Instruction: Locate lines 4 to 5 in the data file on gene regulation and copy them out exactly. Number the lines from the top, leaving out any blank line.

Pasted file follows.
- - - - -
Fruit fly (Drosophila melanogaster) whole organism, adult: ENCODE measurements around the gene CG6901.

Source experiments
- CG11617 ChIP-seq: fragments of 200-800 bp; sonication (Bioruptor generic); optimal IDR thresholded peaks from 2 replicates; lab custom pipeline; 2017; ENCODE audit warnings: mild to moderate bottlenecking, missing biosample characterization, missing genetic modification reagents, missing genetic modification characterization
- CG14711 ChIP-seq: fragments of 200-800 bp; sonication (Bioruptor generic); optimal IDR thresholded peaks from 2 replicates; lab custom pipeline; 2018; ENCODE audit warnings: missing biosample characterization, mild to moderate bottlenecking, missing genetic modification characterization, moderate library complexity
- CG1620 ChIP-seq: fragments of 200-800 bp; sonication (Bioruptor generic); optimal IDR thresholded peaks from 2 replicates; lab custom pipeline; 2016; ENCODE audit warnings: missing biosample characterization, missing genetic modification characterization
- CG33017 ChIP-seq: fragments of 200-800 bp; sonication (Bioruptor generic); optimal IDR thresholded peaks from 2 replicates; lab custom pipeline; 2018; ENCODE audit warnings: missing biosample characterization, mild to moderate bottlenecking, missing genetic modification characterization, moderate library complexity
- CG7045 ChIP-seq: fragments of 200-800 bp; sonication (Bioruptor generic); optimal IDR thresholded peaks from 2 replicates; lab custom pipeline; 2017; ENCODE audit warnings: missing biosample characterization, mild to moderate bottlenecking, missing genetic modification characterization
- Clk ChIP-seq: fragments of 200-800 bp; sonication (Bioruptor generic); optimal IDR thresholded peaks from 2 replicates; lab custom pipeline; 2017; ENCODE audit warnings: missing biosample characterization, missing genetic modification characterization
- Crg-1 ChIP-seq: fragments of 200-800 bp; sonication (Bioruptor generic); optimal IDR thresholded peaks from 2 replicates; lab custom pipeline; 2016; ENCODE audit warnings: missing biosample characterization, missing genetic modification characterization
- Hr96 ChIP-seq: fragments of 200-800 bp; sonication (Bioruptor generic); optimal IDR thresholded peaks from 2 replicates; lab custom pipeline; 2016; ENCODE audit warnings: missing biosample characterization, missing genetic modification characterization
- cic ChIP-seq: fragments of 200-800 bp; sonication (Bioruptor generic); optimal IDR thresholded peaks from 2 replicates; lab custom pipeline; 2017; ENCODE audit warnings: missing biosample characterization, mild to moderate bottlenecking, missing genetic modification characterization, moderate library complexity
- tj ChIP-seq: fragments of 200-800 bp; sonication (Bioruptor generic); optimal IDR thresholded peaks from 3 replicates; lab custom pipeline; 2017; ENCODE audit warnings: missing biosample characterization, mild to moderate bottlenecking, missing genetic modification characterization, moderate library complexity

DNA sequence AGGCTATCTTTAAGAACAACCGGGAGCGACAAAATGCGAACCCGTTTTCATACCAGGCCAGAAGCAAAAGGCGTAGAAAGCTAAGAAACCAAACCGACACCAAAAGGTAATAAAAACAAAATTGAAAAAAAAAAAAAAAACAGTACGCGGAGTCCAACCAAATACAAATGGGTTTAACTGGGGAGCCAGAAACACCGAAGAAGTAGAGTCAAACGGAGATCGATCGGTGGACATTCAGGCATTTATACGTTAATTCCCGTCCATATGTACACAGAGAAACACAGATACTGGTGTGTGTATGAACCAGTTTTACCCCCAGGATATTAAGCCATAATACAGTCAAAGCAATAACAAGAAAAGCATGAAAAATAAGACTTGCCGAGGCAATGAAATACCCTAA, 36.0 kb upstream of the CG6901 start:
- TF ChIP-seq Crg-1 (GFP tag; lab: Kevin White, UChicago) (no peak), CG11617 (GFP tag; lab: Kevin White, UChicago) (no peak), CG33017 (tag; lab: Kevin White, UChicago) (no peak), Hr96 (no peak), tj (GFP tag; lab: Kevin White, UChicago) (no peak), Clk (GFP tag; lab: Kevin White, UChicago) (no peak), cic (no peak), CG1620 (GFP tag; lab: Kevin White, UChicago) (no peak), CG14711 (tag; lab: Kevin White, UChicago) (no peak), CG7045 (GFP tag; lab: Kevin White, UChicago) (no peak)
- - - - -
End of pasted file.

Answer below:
- CG14711 ChIP-seq: fragments of 200-800 bp; sonication (Bioruptor generic); optimal IDR thresholded peaks from 2 replicates; lab custom pipeline; 2018; ENCODE audit warnings: missing biosample characterization, mild to moderate bottlenecking, missing genetic modification characterization, moderate library complexity
- CG1620 ChIP-seq: fragments of 200-800 bp; sonication (Bioruptor generic); optimal IDR thresholded peaks from 2 replicates; lab custom pipeline; 2016; ENCODE audit warnings: missing biosample characterization, missing genetic modification characterization